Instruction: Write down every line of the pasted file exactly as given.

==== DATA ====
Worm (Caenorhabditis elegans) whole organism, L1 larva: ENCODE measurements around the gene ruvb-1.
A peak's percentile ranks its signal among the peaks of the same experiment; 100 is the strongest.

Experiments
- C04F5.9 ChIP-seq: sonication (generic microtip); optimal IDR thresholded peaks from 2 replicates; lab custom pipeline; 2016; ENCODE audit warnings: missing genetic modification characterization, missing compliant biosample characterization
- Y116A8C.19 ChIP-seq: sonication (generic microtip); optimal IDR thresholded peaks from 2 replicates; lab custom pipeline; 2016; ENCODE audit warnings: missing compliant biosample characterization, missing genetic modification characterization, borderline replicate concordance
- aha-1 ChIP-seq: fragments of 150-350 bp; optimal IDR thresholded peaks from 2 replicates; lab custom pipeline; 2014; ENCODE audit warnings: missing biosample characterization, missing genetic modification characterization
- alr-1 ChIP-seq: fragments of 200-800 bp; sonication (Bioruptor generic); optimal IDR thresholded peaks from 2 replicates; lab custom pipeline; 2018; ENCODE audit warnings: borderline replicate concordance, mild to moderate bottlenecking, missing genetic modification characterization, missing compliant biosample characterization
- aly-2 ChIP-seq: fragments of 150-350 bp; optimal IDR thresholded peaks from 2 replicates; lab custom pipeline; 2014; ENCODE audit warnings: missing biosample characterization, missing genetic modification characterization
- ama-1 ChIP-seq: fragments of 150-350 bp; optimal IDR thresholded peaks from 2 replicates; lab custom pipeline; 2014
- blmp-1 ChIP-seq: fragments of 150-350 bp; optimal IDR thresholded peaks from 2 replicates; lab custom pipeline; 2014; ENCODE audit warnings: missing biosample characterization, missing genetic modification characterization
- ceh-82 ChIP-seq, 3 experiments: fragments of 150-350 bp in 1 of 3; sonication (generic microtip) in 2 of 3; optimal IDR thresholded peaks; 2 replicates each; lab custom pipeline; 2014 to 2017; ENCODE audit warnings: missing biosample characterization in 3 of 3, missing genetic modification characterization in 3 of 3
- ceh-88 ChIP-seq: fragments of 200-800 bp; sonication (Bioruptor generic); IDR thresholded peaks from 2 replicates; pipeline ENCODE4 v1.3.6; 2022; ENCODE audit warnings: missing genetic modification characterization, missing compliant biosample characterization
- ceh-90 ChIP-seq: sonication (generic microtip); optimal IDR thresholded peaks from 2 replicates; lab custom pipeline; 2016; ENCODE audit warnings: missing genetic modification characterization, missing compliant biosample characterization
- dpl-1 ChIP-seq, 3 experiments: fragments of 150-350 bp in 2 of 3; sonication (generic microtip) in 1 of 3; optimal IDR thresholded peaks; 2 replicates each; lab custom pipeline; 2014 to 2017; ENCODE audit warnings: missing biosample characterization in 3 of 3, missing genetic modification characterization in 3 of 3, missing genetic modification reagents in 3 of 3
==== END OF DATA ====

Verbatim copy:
Worm (Caenorhabditis elegans) whole organism, L1 larva: ENCODE measurements around the gene ruvb-1.
A peak's percentile ranks its signal among the peaks of the same experiment; 100 is the strongest.

Experiments
- C04F5.9 ChIP-seq: sonication (generic microtip); optimal IDR thresholded peaks from 2 replicates; lab custom pipeline; 2016; ENCODE audit warnings: missing genetic modification characterization, missing compliant biosample characterization
- Y116A8C.19 ChIP-seq: sonication (generic microtip); optimal IDR thresholded peaks from 2 replicates; lab custom pipeline; 2016; ENCODE audit warnings: missing compliant biosample characterization, missing genetic modification characterization, borderline replicate concordance
- aha-1 ChIP-seq: fragments of 150-350 bp; optimal IDR thresholded peaks from 2 replicates; lab custom pipeline; 2014; ENCODE audit warnings: missing biosample characterization, missing genetic modification characterization
- alr-1 ChIP-seq: fragments of 200-800 bp; sonication (Bioruptor generic); optimal IDR thresholded peaks from 2 replicates; lab custom pipeline; 2018; ENCODE audit warnings: borderline replicate concordance, mild to moderate bottlenecking, missing genetic modification characterization, missing compliant biosample characterization
- aly-2 ChIP-seq: fragments of 150-350 bp; optimal IDR thresholded peaks from 2 replicates; lab custom pipeline; 2014; ENCODE audit warnings: missing biosample characterization, missing genetic modification characterization
- ama-1 ChIP-seq: fragments of 150-350 bp; optimal IDR thresholded peaks from 2 replicates; lab custom pipeline; 2014
- blmp-1 ChIP-seq: fragments of 150-350 bp; optimal IDR thresholded peaks from 2 replicates; lab custom pipeline; 2014; ENCODE audit warnings: missing biosample characterization, missing genetic modification characterization
- ceh-82 ChIP-seq, 3 experiments: fragments of 150-350 bp in 1 of 3; sonication (generic microtip) in 2 of 3; optimal IDR thresholded peaks; 2 replicates each; lab custom pipeline; 2014 to 2017; ENCODE audit warnings: missing biosample characterization in 3 of 3, missing genetic modification characterization in 3 of 3
- ceh-88 ChIP-seq: fragments of 200-800 bp; sonication (Bioruptor generic); IDR thresholded peaks from 2 replicates; pipeline ENCODE4 v1.3.6; 2022; ENCODE audit warnings: missing genetic modification characterization, missing compliant biosample characterization
- ceh-90 ChIP-seq: sonication (generic microtip); optimal IDR thresholded peaks from 2 replicates; lab custom pipeline; 2016; ENCODE audit warnings: missing genetic modification characterization, missing compliant biosample characterization
- dpl-1 ChIP-seq, 3 experiments: fragments of 150-350 bp in 2 of 3; sonication (generic microtip) in 1 of 3; optimal IDR thresholded peaks; 2 replicates each; lab custom pipeline; 2014 to 2017; ENCODE audit warnings: missing biosample characterization in 3 of 3, missing genetic modification characterization in 3 of 3, missing genetic modification reagents in 3 of 3